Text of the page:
Attorney General Martha Coakley is warning Massachusetts officials to step up their scrutiny of the health-care market to protect the ability of employers and consumers to make decisions that could reduce their health premiums.
In a new report entitled Examination of Health Care Costs and Drivers, Coakley notes that employers and consumers are working to control health care costs by enrolling in health insurance products that offer tiered or limited networks. But she says that health plans continue to pay providers a wide range of amounts for comparable services and that providers are increasingly aligning in ways that may cloud efforts to move toward a more efficient health care system.
Coakley offers five recommendations she said will create the transparency needed to protect lower-cost health care providers and maintain consumer options. The recommendations urge state oversight organizations to collect detailed financial information on the health-care market and to evaluate proposed hospital mergers in light of changes in contract prices, referral patterns, market share, and volume to higher cost facilities - and the impact of all of these factors on total costs to consumers.
“Massachusetts still faces significant challenges in addressing historic market dysfunction, aligning payments with value, and controlling overall health care spending. To achieve these goals, all health care market participants must be actively engaged in promoting value-based health care,” the attorney general writes in her third major study of health-care cost trends in Massachusetts. The study was released yesterday.
Massachusetts employers and consumers pay the highest health-care premiums in the country at $16,953 per year for a family plan, according to the Commonwealth Fund. Health-insurance premiums in Massachusetts grew 67 percent for individual plans and 72 percent for family plans from 2003 to 2011, raising the burden on purchasers from 12.6 to 18 percent of median household income.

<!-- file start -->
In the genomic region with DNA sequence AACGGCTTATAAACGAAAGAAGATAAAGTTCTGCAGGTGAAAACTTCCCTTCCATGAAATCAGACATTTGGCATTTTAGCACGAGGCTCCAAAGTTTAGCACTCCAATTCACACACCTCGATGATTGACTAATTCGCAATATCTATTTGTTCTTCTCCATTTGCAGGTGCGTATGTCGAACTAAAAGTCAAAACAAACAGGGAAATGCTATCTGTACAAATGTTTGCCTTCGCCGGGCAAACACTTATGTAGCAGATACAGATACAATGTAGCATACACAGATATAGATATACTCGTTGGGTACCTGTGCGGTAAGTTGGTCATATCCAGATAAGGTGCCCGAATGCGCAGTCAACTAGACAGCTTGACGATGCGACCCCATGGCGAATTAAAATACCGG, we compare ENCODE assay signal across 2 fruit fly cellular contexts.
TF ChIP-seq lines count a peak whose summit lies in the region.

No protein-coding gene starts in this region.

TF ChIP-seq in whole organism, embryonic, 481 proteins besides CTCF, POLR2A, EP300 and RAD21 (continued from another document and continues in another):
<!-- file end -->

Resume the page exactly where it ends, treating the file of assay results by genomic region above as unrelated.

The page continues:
The attorney general’s report indicates that the health cost control law signed by Governor Deval Patrick in August 2012, which created systems to increase scrutiny of medical cost variations, will require careful oversight to rein in those differences. The law limits increases in medical costs to the overall rate of economic growth, calls for paying doctors for outcomes instead of procedures, steers patients to doctors who provide good care at reasonable prices, and coordinates care to keep patients healthy and out of the hospital.
“As described in our prior Reports, without other fundamental changes, a shift to global payments may actually exacerbate the price escalation associated with market dysfunction by establishing widely different per member per month rates based on historic pricing disparities,” the study says.
The attorney general issued six key findings about the health care market:
- Employers and individual health care purchasers have increasingly moved toward health insurance products with tiered networks and high deductibles, and moved away from HMO products that restrict referrals through a primary care gatekeeper.
- Purchaser enrollment trends have significant implications for health plans designing products and providers managing risk contracts.
- Health plans continue to pay providers a range of amounts under traditional “fee for service” arrangements and global payment arrangements to care for patients of comparable health.
- Health plan product designs affect risk selection, total medical spending, and care management.
- Providers are taking on increased insurance risk without consistent mitigation by health plans.
- Provider consolidation and alignments have significant market implications that should be carefully reviewed, particularly where proposed consolidations may reduce access to lower-cost options for consumers and undermine efforts to promote value-based decisions by purchasers.
Richard C. Lord, President and Chief Executive Officer of Associated Industries of Massachusetts and a member of the state Health Policy Commission (HPC), welcomed Coakley’s report.
“Attorney General Coakley provides refreshing clarity to a complex topic with this new report, as well as with her previous studies in 2010 and 2011. The report underscores the need for transparent and reliable information to identify, measure, and correct problems with the health care market,” Lord said.
The ability of Massachusetts to keep health spending equal to overall economic growth is particularly important in light of significant potential cost increases that employers and consumers will face when federal health reform comes to the commonwealth next year.